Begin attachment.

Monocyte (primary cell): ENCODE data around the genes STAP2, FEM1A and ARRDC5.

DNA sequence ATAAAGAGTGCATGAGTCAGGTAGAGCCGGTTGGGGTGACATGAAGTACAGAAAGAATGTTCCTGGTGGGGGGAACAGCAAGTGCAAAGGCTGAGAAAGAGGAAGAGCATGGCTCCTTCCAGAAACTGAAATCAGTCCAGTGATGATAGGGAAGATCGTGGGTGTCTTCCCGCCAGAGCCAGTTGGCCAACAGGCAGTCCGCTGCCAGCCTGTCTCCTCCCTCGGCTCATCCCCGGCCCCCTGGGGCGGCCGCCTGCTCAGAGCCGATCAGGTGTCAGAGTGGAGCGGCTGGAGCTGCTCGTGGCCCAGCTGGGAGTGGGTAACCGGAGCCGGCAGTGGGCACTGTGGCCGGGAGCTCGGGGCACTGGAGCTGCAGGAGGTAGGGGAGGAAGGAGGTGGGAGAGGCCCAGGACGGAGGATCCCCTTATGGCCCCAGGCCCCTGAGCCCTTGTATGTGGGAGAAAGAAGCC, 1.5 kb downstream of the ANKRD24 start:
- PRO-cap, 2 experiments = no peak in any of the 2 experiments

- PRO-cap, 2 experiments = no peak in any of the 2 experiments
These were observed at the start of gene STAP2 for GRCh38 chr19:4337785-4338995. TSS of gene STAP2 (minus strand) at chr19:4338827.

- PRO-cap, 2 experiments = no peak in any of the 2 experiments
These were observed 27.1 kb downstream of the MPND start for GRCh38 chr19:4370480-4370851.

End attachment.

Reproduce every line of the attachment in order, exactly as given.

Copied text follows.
Monocyte (primary cell): ENCODE data around the genes STAP2, FEM1A and ARRDC5.

DNA sequence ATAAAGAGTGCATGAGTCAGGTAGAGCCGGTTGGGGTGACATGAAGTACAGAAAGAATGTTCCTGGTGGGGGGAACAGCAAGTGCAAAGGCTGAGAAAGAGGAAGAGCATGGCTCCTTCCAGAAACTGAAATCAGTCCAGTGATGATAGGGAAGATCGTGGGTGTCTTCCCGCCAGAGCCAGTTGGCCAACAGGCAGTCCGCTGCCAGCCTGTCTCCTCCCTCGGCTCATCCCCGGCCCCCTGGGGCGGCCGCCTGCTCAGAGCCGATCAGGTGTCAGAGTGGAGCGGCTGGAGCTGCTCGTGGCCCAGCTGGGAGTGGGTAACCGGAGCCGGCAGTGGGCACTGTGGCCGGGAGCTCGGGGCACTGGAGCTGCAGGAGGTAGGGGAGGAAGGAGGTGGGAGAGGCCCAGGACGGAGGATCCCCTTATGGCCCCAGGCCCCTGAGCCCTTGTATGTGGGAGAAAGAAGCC, 1.5 kb downstream of the ANKRD24 start:
- PRO-cap, 2 experiments = no peak in any of the 2 experiments

- PRO-cap, 2 experiments = no peak in any of the 2 experiments
These were observed at the start of gene STAP2 for GRCh38 chr19:4337785-4338995. TSS of gene STAP2 (minus strand) at chr19:4338827.

- PRO-cap, 2 experiments = no peak in any of the 2 experiments
These were observed 27.1 kb downstream of the MPND start for GRCh38 chr19:4370480-4370851.